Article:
|Project Leader: Bartosz Trzaskowski, PhD||Project period: 2017 - 2021|
|Project funding: SONATA BIS 6, NCN|
Chemical catalysis is the increase in the rate of a chemical reaction due to the participation of an additional substance called a catalyst. The use of a catalyst yields faster reactions and/or lowers the temperature needed for the reactions to take place. As a result, catalytic reactions are preferred in environmentally friendly green chemistry due to the reduced amount of waste generated and power and/or time consumed. Nowadays, the production of most industrially important chemicals involves catalysis and similarly, most biochemically significant processes are also catalyzed.
From the chemical point of view catalyst lowers the free energy barrier of the reaction, meaning that less free energy is required for the substrate to reach the transition state. Catalyzed reactions have a lower activation energy (rate-limiting free energy of activation) than the corresponding non-catalyzed reaction, resulting in a higher reaction rate at the same temperature and for the same reactant concentrations. In most cases the detailed mechanisms of the action of catalysts are complex and catalysis is often a multi-step process. Obviously there are no universal catalysts, but each chemical reaction can be catalyzed by a unique catalyst.
The main goal of this research project is a systematic study of selected chemical catalysts directed toward better understanding of the fundamental aspects of their action. Within this project we plan to design and perform modelling studies of new ruthenium-based systems able to catalyze important chemical reactions: metathesis, hydrogenation, transfer hydrogenation and hydrosilylation. We will also develop new computational methods to accurately describe catalytic processes not only at the atomic level but also at the nano/mesoscale level. These tasks will be carried out in an interdisciplinary team consisting of scientists specializing in organometallic chemistry, rational design and modeling of complexes, catalysts and physics. The results of this project will allow for an accurate characterization of new catalysts and allow to develop a general methodology, which will be used in the future to design new catalysts with desired properties. The long-term goal of the project is the appointment of a new research team which will provide expertise in the fields of computational catalysis and create vital synergies with experimental groups working in the field of organic/inorganic synthesis and catalysis.
The focus on the olefin metathesis reaction is justified, as this reaction has been named as “emerging green technology” by the Royal Academy of Science during the 2005 Nobel Prize award and was quickly adopted by research groups as a basic strategy for the synthesis of carbon-Carbon bonds. The ability of this method for the selective substitution of atoms between two molecules allows the generation of chemical systems with the desired properties. This is particularly important for complex compounds such as natural compounds and new heterocyclic compounds and macrocyclic compounds. The use of crossmetathesis, ring-opening and ring-closing metathesis and acyclic diene metathesis polymerization allows the synthesis of compounds via simpler pathways and starting from cheaper raw materials. The development of novel complex architectures for investigated reactions should make a significant scientific impact.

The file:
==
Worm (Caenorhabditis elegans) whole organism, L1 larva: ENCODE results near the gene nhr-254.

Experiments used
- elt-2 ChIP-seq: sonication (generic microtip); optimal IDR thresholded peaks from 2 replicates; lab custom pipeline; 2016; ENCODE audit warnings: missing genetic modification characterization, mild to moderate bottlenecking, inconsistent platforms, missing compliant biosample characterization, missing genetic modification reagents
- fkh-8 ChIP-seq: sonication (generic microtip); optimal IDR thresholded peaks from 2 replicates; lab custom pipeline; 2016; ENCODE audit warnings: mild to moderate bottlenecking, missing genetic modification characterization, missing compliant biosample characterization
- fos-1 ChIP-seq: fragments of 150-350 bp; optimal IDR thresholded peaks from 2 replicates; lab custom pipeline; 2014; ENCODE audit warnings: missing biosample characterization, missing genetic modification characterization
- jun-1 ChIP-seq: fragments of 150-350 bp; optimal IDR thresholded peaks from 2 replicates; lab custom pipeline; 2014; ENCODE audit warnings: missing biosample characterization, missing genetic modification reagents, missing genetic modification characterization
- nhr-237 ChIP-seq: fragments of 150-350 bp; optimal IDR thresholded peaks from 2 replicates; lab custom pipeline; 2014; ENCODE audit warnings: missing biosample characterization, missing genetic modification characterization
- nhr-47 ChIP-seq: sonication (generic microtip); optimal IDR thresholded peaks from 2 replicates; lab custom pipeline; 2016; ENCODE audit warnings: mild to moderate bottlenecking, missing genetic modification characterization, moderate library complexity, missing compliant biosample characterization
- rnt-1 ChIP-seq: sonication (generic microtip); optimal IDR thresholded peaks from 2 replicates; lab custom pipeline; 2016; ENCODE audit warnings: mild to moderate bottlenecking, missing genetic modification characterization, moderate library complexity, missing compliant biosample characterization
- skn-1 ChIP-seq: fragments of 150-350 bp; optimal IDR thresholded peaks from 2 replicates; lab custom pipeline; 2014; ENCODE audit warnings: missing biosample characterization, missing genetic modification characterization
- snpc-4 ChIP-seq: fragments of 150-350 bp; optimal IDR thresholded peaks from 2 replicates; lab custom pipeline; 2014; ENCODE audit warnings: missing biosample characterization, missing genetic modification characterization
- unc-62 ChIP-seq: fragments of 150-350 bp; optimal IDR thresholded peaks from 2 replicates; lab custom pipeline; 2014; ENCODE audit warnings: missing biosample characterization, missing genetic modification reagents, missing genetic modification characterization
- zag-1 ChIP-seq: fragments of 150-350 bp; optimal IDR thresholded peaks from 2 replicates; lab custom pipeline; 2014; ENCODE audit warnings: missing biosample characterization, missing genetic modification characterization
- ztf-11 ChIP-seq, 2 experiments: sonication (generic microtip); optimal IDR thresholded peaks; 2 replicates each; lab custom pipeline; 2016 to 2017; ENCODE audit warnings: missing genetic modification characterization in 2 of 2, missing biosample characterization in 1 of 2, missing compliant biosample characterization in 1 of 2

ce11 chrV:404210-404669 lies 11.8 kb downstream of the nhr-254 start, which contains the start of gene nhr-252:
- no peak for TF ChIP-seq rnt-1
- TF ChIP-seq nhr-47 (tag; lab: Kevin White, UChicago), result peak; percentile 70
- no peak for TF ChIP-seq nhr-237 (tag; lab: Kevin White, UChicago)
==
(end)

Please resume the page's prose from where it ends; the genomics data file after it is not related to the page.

The overwhelming number of applications of metathesis reaction nowadays is truly remarkable, especially considering the short time since it was first observed. A large number of olefin metathesis applications in various industries have been growing over the years. The synthesis of numerous complex organic molecules and materials, such as pharmaceuticals, polymers, agrochemicals and natural products, has been facilitated by well-defined catalysts. Despite the wealth of accumulated research, there has been an ever increasing academic interest in this area over the years. Most current efforts focus on finding new applications, answering some elusive questions regarding the mechanism, and improving catalysts through systematic tuning of their properties. This is also the scope of this proposal – to expand our knowledge about this interesting class of compounds.
This project will also strengthen research in Poland. We hope that this project will increase the competitiveness of Polish in the field of chemical synthesis and catalysis, and its results will be useful to the polish and international chemical community in better understanding the relationships between structure and reactivity of selected catalysts. The broader goal of this research is to expand our knowledge about carbenes and its analogues and advance the field of organic catalysis and strengthen Polish potential in this field. The long-term goal of this project is to incorporate computational and modeling tools into organometallic research to obtain a new methodology for rational design of catalytic compounds with desired properties.
Chemical and Biological Systems Simulation Laboratory